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Horizon Scanning

The term horizon scanning is often used to describe the overall process of strategic futures thinking. It is also a specific futures technique which has been defined as… "the systematic examination of potential threats, opportunities and likely developments including but not restricted to those at the margins of current thinking and planning. Horizon scanning may explore novel and unexpected issues as well as persistent problems or trends." (Chief Scientist's Advisors Committee)

This section focuses on horizon scanning as a futures technique. It is a structured approach for collecting evidence and insights to look beyond a single expected future to a range of possible futures. It can be a self contained exercise; an ongoing scanning activity; or part of the initial data gathering for a strategic futures programme. In all cases it is important to:

  • Look ahead – gathering information beyond the usual timescales;
  • Look across – extend beyond the usual sources of data and consult people with different perspective and expertise; and
  • Look around – beyond the usual cultures and technologies, including the important developments that may be occurring at the boundaries between them.

These data are generally combined in a database to allow analysis and supporting evidence. An example of a data structure can be seen in the supporting page for the Seven Questions.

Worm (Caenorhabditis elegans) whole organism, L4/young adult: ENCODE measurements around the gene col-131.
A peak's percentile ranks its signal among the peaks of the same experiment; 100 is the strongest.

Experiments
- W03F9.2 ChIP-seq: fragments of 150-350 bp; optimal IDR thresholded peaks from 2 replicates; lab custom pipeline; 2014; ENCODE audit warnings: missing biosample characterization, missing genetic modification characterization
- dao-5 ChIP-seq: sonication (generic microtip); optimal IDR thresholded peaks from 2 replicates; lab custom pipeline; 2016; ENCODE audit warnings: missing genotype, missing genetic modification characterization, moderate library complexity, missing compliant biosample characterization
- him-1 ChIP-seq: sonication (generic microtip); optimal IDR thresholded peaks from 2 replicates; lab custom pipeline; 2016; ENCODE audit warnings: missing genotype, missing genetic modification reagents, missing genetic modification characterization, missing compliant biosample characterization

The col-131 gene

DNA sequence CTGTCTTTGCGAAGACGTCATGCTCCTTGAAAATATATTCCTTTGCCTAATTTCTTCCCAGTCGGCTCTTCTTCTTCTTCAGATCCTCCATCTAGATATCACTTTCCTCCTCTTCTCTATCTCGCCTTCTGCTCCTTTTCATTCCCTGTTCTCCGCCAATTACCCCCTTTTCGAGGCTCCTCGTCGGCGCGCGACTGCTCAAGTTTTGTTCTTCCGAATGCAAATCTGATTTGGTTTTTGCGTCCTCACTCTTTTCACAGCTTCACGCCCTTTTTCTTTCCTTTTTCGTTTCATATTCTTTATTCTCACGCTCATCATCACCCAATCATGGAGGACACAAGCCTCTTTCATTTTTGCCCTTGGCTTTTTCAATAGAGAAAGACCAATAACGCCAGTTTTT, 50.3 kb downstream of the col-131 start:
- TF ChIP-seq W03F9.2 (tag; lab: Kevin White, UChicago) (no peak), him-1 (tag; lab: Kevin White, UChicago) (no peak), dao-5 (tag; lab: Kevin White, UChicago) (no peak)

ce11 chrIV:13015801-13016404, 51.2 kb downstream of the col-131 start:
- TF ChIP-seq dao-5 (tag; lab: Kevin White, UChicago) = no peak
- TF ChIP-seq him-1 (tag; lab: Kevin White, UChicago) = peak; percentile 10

Horizon scanning methods range from manual to increasingly automated approaches and also involve varying levels of participation, as shown below:

A useful framework for horizon scanning is the ‘Three Horizons Model’. This looks at the strength of influences over time of difference issues. There will be those that dominate now but are likely to be replaced over time by factors of increasing influence. There are also the weak signals of longer term influences. It is important to look closely for these in any scanning exercise as they help to anticipate longer term disruptive changes.

The time horizon is an important factor in planning any horizon scanning activity. It will be determined by the objectives of the scan and the pace of change of the issues being considered. For example, work on forestry is likely to require a longer time horizon than mobile telecommunications.

Typical stages of a horizon scan include:

  1. Understand the audience perspective – this should include a clear understanding of the objectives and scope; time horizon and stakeholder engagement
  2. Compilation of existing scanning outputs – there are many published scan and on-line scanning data bases, such as http://www.sigmascan.org/Live/Home.aspx.
  3. Supplementary scanning – There are likely to be gaps in existing scans. It is also important to realise that areas covered by an existing scan may well need updating and the implication and importance of the issues identified could have changed.
  4. Review – The process for the analysis of these data will depend on the approach and type of participation. This can often involve a workshop.
  5. Classification and analysis – To determine the potential impact of trends and issues and the likelihood of them occurring.
  6. Synthesis – Most scanning databases will hold a large amount of data. It is important that this is reported in a form that can be readily assimilated by the ‘clients’ for the scan.

 
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